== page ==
The Florida Attorney General asked law enforcement officials on Wednesday to investigate recent fundraising efforts by billionaire and former New York City Mayor Mike Bloomberg to repay court fees and other fines so that felonies can vote. Well-known figures including NBA superstar LeBron James also strongly supported this work.
The basis of the investigation is not clear, but it was the day after Bloomberg announced that he had raised $1
“After an initial review of limited public information and laws, it seems necessary to conduct further investigation. Therefore, I ask your agency to further investigate the matter and take the appropriate steps due to it,” she said in a brief letter.
A Bloomberg spokesperson said the letter was for political purposes. The spokesperson said: “This transparent political approach is just the latest example of Republicans trying to deprive Floridans of the right to vote.” Congressman Matt Gaetz, a Republican of Florida and Trump ally, also called for it on Tuesday. survey.
After the Florida Republicans enacted the 2019 law, the Florida Rights Restoration Coalition (FRRC) launched the campaign, which requires anyone convicted of a felony to repay the fines and expenses of their sentence before they can vote again. The Republicans passed the law. Prior to this, Florida voters passed an overwhelming majority of the decision to abolish the life-long ban on felons. This move is estimated to expand voting rights to as many as 1.4 million people. This is a vote in American history One of the biggest extensions of power. The Republican law effectively promoted this reform: an estimated 774,000 people were unable to vote because they owed money.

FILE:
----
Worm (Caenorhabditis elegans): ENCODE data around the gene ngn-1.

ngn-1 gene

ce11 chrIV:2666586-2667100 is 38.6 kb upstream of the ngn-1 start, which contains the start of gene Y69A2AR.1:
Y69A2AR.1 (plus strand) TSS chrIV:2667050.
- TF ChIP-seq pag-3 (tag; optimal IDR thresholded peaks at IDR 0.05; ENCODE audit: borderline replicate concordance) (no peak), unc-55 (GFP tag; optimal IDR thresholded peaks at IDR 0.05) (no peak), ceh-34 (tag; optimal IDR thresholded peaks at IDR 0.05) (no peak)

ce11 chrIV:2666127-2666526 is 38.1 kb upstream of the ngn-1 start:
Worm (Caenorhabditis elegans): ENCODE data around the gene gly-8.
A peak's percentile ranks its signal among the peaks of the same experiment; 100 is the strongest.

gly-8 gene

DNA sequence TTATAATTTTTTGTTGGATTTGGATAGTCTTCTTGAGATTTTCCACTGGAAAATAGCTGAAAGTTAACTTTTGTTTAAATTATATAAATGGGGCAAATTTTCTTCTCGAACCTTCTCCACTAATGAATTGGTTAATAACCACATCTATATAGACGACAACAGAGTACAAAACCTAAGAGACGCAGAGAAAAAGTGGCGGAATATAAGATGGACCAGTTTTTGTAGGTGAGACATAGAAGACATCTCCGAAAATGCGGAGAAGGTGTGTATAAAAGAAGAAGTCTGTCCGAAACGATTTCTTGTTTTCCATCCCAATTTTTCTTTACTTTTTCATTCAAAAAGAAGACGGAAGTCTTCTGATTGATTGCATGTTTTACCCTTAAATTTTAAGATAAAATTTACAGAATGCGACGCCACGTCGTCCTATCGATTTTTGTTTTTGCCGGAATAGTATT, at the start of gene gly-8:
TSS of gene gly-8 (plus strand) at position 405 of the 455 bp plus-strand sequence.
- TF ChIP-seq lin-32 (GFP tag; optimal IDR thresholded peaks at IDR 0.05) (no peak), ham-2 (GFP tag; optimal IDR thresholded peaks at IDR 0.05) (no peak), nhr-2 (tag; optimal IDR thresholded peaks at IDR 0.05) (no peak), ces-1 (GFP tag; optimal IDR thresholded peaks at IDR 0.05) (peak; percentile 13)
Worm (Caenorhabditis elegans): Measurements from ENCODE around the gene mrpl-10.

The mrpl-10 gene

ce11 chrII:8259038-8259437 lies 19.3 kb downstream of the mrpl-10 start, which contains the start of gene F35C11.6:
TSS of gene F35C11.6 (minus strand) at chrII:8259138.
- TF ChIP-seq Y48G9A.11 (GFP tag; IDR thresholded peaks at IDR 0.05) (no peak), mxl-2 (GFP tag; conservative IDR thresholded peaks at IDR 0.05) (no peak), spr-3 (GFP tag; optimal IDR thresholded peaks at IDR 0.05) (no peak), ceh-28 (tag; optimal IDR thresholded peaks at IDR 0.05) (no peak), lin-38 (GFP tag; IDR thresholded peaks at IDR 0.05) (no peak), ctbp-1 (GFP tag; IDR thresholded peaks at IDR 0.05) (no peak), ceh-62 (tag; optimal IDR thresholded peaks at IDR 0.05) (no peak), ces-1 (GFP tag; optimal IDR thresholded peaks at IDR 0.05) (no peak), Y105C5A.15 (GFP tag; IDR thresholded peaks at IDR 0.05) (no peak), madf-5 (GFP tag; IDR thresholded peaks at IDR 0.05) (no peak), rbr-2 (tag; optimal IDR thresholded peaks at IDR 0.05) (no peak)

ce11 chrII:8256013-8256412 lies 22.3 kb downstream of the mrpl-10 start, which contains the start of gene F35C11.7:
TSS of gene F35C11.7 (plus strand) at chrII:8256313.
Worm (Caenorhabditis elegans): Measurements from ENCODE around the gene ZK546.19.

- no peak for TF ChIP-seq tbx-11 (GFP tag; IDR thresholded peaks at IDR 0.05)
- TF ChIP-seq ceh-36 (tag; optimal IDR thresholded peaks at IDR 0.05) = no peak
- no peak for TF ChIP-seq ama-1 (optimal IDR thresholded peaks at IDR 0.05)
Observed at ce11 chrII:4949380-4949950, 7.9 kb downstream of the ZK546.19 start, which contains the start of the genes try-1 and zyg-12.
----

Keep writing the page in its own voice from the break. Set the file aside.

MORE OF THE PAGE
FRRC will not ask someone about their party affiliation when applying for financial assistance. Organizers told the Associated Press and The Washington Post that this effort was not aimed at voters of a particular party.
Desmond Meade, the executive director of the organization, said: “In the face of politics, in the face of any other hints or hints, it ultimately concerns the real people, real life, and American citizens who want to participate in it,” AP This week.
Mead told the Washington Post: “Different people may pay for different reasons, but we do this for one reason, and that is because of putting people above politics.” We care about people from all walks of life and all political fields.”
Pamela Karlan, a professor at Stanford University School of Law, said the federal regulations cited by Moody’s in the letter are rarely used.
She said: “This is not to say that an avid prosecutor is keen to suppress the voting rights of returning citizens. They will not try to chase funders, or even pursue citizens who have paid fees and then tried to vote.” “But we should use the government. The idea of resources to make it more difficult for people to vote is really offensive.”
Franita Tolson, a law professor at the University of Southern California, pointed out that Florida lawyers said in court that asking people to repay fines and fees does not amount to a poll tax. She said in an email that her opposition to letting others pay fines and fees undermines this argument.
She said: “Throughout the litigation, there is a cognitive disagreement between the state’s arguments, that is, the statute that requires all fines and fees to be paid before voting is not a poll tax, and the current position is that Bloomberg’s decision on these fines and fees Payment represents a way to vote to buy,” said. “This is either a poll tax or it cannot be a poll tax.”
The American Civil Liberties Union lawyer Julie Ebenstein (Julie Ebenstein) said that Moody’s letter implies that Florida may prefer to create voting barriers rather than recover outstanding debt, which poses a challenge to the 2019 law.
Florida has an unconstitutional system that prohibits people from voting until their debts are paid off. Now, the country is opposed to repaying these debts. The state seems to intend to block voting, not to collect money. “she says.
Spokesperson Andrea Aprea said that the FBI has not received an official copy of Moody’s letter. Florida law enforcement did not respond to a request for comment.